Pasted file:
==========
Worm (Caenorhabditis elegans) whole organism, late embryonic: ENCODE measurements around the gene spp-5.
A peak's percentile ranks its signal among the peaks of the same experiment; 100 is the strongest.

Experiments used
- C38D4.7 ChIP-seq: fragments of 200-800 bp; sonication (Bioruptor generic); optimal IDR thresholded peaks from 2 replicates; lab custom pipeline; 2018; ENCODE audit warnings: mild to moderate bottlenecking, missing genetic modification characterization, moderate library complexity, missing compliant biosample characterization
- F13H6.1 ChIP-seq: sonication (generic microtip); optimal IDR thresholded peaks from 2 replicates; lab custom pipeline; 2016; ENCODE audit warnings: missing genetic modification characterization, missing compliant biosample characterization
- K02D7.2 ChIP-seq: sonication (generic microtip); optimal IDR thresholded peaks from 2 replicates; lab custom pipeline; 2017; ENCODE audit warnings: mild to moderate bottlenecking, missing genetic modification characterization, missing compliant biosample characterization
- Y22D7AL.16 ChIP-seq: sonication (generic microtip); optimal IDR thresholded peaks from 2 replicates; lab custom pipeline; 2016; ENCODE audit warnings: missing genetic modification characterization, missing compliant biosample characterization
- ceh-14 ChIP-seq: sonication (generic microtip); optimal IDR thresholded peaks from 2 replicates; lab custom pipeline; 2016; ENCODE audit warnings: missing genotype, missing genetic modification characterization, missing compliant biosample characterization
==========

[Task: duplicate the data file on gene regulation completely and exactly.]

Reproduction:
Worm (Caenorhabditis elegans) whole organism, late embryonic: ENCODE measurements around the gene spp-5.
A peak's percentile ranks its signal among the peaks of the same experiment; 100 is the strongest.

Experiments used
- C38D4.7 ChIP-seq: fragments of 200-800 bp; sonication (Bioruptor generic); optimal IDR thresholded peaks from 2 replicates; lab custom pipeline; 2018; ENCODE audit warnings: mild to moderate bottlenecking, missing genetic modification characterization, moderate library complexity, missing compliant biosample characterization
- F13H6.1 ChIP-seq: sonication (generic microtip); optimal IDR thresholded peaks from 2 replicates; lab custom pipeline; 2016; ENCODE audit warnings: missing genetic modification characterization, missing compliant biosample characterization
- K02D7.2 ChIP-seq: sonication (generic microtip); optimal IDR thresholded peaks from 2 replicates; lab custom pipeline; 2017; ENCODE audit warnings: mild to moderate bottlenecking, missing genetic modification characterization, missing compliant biosample characterization
- Y22D7AL.16 ChIP-seq: sonication (generic microtip); optimal IDR thresholded peaks from 2 replicates; lab custom pipeline; 2016; ENCODE audit warnings: missing genetic modification characterization, missing compliant biosample characterization
- ceh-14 ChIP-seq: sonication (generic microtip); optimal IDR thresholded peaks from 2 replicates; lab custom pipeline; 2016; ENCODE audit warnings: missing genotype, missing genetic modification characterization, missing compliant biosample characterization